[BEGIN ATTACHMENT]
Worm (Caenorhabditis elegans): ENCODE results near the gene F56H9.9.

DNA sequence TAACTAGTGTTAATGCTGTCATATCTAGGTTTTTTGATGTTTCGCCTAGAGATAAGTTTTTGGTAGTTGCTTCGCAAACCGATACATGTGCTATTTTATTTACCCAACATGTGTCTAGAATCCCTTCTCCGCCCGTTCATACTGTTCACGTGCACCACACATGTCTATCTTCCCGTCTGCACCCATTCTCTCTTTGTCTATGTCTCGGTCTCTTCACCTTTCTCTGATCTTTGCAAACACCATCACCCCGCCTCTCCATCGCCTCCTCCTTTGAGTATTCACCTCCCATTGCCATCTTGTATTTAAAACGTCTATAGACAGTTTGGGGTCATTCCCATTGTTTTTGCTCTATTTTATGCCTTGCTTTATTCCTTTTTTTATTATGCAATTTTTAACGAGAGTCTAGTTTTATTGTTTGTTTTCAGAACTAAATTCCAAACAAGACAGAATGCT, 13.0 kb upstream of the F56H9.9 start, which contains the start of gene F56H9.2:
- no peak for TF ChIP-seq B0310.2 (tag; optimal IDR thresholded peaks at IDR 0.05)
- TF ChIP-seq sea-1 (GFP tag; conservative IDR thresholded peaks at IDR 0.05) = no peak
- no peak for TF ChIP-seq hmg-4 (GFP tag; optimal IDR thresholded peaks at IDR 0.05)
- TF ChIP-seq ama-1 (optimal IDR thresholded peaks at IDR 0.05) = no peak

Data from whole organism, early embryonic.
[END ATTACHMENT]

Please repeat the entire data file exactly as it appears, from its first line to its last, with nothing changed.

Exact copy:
Worm (Caenorhabditis elegans): ENCODE results near the gene F56H9.9.

DNA sequence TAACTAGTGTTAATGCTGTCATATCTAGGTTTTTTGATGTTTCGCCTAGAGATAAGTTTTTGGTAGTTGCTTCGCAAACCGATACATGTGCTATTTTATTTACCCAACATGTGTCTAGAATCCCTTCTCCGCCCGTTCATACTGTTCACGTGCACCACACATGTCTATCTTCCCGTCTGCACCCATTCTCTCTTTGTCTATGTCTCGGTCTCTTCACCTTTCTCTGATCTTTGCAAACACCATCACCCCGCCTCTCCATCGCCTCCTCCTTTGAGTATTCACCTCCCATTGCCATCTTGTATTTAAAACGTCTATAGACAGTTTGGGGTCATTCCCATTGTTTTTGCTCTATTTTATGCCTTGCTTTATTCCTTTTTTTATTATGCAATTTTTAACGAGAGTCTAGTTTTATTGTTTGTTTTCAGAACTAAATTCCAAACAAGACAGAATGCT, 13.0 kb upstream of the F56H9.9 start, which contains the start of gene F56H9.2:
- no peak for TF ChIP-seq B0310.2 (tag; optimal IDR thresholded peaks at IDR 0.05)
- TF ChIP-seq sea-1 (GFP tag; conservative IDR thresholded peaks at IDR 0.05) = no peak
- no peak for TF ChIP-seq hmg-4 (GFP tag; optimal IDR thresholded peaks at IDR 0.05)
- TF ChIP-seq ama-1 (optimal IDR thresholded peaks at IDR 0.05) = no peak

Data from whole organism, early embryonic.